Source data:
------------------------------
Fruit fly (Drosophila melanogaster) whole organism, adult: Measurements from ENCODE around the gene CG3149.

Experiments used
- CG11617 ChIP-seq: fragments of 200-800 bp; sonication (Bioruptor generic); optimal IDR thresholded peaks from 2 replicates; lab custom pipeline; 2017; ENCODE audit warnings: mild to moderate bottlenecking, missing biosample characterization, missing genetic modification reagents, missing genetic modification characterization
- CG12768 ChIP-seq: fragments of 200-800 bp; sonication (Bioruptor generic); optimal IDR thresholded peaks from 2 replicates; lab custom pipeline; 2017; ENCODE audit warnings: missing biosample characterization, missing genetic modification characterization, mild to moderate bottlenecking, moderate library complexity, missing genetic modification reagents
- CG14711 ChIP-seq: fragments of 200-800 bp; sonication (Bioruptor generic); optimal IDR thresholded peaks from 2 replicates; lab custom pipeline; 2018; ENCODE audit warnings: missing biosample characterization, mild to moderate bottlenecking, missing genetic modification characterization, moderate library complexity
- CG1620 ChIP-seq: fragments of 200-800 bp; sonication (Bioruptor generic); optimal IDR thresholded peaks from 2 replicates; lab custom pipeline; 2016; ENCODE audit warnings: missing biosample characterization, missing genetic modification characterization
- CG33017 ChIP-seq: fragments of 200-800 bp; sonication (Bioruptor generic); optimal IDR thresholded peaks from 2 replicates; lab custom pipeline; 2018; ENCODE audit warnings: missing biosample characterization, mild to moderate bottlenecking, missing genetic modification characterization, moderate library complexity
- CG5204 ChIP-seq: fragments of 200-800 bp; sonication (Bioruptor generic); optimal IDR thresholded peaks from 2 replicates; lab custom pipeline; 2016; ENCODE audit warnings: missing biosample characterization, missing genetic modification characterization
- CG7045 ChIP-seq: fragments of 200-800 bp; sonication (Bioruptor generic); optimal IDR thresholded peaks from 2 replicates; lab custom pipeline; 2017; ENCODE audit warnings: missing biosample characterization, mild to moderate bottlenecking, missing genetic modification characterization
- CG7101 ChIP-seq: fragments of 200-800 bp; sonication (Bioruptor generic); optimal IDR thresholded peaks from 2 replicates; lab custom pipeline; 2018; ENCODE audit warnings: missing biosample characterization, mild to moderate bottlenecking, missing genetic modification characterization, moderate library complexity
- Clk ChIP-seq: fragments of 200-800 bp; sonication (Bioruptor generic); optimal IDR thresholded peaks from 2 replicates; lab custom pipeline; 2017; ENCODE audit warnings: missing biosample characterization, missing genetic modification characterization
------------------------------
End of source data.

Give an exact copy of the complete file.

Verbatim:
Fruit fly (Drosophila melanogaster) whole organism, adult: Measurements from ENCODE around the gene CG3149.

Experiments used
- CG11617 ChIP-seq: fragments of 200-800 bp; sonication (Bioruptor generic); optimal IDR thresholded peaks from 2 replicates; lab custom pipeline; 2017; ENCODE audit warnings: mild to moderate bottlenecking, missing biosample characterization, missing genetic modification reagents, missing genetic modification characterization
- CG12768 ChIP-seq: fragments of 200-800 bp; sonication (Bioruptor generic); optimal IDR thresholded peaks from 2 replicates; lab custom pipeline; 2017; ENCODE audit warnings: missing biosample characterization, missing genetic modification characterization, mild to moderate bottlenecking, moderate library complexity, missing genetic modification reagents
- CG14711 ChIP-seq: fragments of 200-800 bp; sonication (Bioruptor generic); optimal IDR thresholded peaks from 2 replicates; lab custom pipeline; 2018; ENCODE audit warnings: missing biosample characterization, mild to moderate bottlenecking, missing genetic modification characterization, moderate library complexity
- CG1620 ChIP-seq: fragments of 200-800 bp; sonication (Bioruptor generic); optimal IDR thresholded peaks from 2 replicates; lab custom pipeline; 2016; ENCODE audit warnings: missing biosample characterization, missing genetic modification characterization
- CG33017 ChIP-seq: fragments of 200-800 bp; sonication (Bioruptor generic); optimal IDR thresholded peaks from 2 replicates; lab custom pipeline; 2018; ENCODE audit warnings: missing biosample characterization, mild to moderate bottlenecking, missing genetic modification characterization, moderate library complexity
- CG5204 ChIP-seq: fragments of 200-800 bp; sonication (Bioruptor generic); optimal IDR thresholded peaks from 2 replicates; lab custom pipeline; 2016; ENCODE audit warnings: missing biosample characterization, missing genetic modification characterization
- CG7045 ChIP-seq: fragments of 200-800 bp; sonication (Bioruptor generic); optimal IDR thresholded peaks from 2 replicates; lab custom pipeline; 2017; ENCODE audit warnings: missing biosample characterization, mild to moderate bottlenecking, missing genetic modification characterization
- CG7101 ChIP-seq: fragments of 200-800 bp; sonication (Bioruptor generic); optimal IDR thresholded peaks from 2 replicates; lab custom pipeline; 2018; ENCODE audit warnings: missing biosample characterization, mild to moderate bottlenecking, missing genetic modification characterization, moderate library complexity
- Clk ChIP-seq: fragments of 200-800 bp; sonication (Bioruptor generic); optimal IDR thresholded peaks from 2 replicates; lab custom pipeline; 2017; ENCODE audit warnings: missing biosample characterization, missing genetic modification characterization